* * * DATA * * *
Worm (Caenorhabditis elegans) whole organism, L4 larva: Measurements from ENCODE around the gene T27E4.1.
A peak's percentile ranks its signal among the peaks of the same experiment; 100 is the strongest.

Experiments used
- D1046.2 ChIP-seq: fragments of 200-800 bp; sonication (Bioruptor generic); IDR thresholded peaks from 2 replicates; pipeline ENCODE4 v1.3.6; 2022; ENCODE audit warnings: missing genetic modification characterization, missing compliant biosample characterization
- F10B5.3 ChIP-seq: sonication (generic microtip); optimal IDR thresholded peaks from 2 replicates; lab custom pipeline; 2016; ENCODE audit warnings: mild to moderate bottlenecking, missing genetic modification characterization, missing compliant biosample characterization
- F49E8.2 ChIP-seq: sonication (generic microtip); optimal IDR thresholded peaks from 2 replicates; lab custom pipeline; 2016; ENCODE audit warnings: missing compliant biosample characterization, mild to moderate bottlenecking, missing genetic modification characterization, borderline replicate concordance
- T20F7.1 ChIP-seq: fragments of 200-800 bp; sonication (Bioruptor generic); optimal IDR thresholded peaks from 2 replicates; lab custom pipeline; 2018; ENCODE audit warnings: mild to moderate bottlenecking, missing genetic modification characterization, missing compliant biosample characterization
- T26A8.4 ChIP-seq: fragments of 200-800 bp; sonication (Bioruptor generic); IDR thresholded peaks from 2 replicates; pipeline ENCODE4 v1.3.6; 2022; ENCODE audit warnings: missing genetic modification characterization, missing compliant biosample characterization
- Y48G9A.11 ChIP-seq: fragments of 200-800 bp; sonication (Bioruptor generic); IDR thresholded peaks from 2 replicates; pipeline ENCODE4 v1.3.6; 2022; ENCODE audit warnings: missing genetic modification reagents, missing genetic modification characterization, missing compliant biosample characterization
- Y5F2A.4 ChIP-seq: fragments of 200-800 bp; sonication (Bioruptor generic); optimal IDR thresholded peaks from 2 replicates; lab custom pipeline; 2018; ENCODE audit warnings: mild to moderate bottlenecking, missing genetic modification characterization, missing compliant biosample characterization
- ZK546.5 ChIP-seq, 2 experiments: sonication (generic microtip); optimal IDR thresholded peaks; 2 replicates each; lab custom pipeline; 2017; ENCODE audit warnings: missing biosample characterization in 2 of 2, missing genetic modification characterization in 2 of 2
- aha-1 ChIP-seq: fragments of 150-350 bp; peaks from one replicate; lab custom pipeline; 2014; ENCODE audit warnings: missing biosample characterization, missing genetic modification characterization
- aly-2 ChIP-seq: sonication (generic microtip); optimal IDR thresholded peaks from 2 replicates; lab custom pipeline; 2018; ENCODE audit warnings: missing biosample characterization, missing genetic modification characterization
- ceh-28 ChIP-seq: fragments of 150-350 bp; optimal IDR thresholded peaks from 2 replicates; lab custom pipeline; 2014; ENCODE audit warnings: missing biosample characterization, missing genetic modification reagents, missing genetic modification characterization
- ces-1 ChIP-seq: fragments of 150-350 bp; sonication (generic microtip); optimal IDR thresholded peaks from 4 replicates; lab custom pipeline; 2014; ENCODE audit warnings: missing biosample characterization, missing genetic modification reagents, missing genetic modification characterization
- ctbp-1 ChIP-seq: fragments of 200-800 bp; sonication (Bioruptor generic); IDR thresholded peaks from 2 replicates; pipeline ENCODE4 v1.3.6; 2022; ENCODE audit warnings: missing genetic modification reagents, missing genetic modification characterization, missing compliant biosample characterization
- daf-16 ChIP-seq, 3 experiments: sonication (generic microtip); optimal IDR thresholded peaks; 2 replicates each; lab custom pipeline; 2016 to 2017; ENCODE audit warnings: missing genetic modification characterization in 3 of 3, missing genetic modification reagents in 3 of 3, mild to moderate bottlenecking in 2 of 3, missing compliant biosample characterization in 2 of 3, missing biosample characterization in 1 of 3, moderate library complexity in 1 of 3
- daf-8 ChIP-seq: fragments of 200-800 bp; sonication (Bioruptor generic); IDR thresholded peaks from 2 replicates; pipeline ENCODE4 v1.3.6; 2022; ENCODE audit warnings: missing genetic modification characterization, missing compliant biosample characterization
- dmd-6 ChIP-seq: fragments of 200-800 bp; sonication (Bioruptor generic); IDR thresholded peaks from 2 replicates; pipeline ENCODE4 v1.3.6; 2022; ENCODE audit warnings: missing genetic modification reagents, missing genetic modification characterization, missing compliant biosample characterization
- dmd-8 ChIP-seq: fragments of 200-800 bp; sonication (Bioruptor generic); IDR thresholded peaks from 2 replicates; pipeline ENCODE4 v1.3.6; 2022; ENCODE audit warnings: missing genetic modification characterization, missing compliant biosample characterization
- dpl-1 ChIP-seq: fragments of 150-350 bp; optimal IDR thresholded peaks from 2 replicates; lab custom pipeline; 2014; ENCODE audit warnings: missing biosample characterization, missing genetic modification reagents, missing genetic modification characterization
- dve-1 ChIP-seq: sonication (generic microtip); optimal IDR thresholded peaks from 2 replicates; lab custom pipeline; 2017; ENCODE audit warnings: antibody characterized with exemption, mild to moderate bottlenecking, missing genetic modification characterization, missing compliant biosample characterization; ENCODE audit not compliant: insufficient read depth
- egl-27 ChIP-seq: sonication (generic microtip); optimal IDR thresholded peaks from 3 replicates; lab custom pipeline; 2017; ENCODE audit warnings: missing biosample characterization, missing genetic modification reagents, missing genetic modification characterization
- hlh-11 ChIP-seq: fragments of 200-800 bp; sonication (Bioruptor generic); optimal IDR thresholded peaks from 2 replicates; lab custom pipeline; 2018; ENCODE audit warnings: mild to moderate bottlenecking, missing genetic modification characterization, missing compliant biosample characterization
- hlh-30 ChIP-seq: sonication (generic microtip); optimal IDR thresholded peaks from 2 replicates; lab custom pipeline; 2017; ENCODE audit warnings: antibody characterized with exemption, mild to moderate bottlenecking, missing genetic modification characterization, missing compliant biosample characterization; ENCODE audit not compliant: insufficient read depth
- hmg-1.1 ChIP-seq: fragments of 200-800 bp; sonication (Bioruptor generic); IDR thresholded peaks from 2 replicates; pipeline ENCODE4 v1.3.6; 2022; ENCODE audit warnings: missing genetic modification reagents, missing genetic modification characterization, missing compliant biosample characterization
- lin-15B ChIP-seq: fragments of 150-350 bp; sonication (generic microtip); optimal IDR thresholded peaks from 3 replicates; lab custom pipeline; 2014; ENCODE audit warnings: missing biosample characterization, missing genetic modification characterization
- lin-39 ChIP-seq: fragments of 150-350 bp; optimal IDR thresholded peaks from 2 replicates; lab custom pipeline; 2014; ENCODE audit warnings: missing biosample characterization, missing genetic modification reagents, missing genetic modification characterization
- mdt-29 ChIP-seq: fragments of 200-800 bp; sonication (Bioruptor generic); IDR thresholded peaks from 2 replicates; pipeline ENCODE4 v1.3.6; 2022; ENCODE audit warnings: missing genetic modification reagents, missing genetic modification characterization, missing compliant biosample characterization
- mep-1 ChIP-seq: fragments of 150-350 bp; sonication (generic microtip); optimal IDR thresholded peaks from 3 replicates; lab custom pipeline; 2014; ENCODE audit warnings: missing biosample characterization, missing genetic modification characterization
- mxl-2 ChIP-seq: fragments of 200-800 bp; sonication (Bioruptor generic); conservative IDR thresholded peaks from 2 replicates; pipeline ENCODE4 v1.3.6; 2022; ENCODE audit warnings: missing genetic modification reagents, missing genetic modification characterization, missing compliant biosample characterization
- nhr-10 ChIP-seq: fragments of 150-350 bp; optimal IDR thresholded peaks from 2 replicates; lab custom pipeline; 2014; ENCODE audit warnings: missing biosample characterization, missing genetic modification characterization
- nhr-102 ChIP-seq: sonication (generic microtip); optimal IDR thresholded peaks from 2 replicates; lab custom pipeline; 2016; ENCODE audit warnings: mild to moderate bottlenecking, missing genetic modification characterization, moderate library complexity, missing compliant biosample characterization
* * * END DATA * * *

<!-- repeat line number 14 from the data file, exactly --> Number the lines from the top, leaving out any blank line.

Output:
- ceh-28 ChIP-seq: fragments of 150-350 bp; optimal IDR thresholded peaks from 2 replicates; lab custom pipeline; 2014; ENCODE audit warnings: missing biosample characterization, missing genetic modification reagents, missing genetic modification characterization